In the PM Hut blog post, Harley Lovegrove states that companies in Brussels (where he is located) are having trouble finding qualified PMs. Then he writes:

However I am concerned that although we are experiencing a shortage of high quality PM’s at the moment, the rates are only OK. There is no such thing as a hungry PM … but they are not going to get rich either, especially if the market takes a downturn.

The PM Network article describes scenarios in which PMs can get hefty salaries–if they have good experience, and industry expertise in addition to PM savvy. The article explains that some of the feeling of "shortage" may be due to companies’ unwillingness or inability to train from within–and a general impatience to find the right person, right now.

So, for the relatively young PM generalist, the rates might only be "OK," even in the face of a "shortage" of very highly qualified and specialized project managers.

I urge young project managers to think entrepreneurially, as I described in Seven Survival Skills for the Flat World.  Recent news and observations still bear out the need for PMs to develop their skills and specializations, learn cutting edge tools, and always improve their own marketability.

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Rise of the Project Workforce, Chapter 1: The World is Flat, Again

In this series of blog posts, we will summarize each chapter of the book, Rise of the Project Workforce, and highlight a few key take-aways from that chapter. These posts will make it easy for me to refer back to key ideas in subsequent posts, and provide an online "landing page" for these concepts.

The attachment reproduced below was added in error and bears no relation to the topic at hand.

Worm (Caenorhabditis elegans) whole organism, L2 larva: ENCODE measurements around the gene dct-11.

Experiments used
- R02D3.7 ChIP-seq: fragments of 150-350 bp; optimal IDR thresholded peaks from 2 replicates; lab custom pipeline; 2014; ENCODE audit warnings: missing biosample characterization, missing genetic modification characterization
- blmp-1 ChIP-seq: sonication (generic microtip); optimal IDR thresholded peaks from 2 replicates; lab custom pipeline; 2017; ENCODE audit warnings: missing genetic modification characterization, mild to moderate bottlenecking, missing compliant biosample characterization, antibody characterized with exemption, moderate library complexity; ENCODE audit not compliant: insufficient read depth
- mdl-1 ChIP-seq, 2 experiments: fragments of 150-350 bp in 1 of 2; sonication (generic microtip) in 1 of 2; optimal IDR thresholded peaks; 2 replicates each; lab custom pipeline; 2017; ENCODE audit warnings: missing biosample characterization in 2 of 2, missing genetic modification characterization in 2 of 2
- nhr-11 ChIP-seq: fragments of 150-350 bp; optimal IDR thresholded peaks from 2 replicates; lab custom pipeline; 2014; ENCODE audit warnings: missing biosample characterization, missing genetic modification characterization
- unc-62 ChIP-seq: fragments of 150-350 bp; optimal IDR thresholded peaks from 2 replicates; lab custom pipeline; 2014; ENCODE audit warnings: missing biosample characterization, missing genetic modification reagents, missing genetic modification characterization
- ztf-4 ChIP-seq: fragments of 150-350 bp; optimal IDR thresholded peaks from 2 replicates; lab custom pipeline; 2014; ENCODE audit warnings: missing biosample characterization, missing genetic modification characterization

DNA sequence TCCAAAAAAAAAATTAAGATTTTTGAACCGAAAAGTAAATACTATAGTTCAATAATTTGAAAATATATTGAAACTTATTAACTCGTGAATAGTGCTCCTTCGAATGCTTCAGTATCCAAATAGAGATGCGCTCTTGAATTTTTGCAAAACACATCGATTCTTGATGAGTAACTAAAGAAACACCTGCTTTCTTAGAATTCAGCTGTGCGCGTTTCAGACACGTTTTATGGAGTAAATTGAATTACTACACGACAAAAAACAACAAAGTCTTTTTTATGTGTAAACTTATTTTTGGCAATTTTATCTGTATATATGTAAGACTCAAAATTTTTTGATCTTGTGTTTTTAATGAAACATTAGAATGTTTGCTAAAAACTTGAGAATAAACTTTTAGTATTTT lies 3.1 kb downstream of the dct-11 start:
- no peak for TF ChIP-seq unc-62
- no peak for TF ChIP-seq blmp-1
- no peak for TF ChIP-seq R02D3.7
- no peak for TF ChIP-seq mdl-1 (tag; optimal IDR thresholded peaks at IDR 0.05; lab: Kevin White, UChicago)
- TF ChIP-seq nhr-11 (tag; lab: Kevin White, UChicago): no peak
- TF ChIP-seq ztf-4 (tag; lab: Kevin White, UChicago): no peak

We are at a strategic inflection point in the ways that we work, compete and win–these require a new approach that is no longer suited to large, hierarchical organizations. In what author Thomas Friedman calls the "flat world," the best talent for a task might be anywhere in the world. He writes, “More people than ever…collaborate and compete in real time with more other people, on more different kinds of work, from more different corners of the planet, and on a more equal footing than at any previous time in the history of the world.”

Globalization has given rise to flatter, more agile teams that take on more discrete projects and make decisions locally. The Internet and faster computing technologies have enabled this phenomenon. Hierarchies are flattened, and enterprises are fragmented through outsourcing. Meanwhile, increasing regulatory scrutiny requires these flattened, fragmented teams to carefully assign, track, and manage the accountability for the work being done.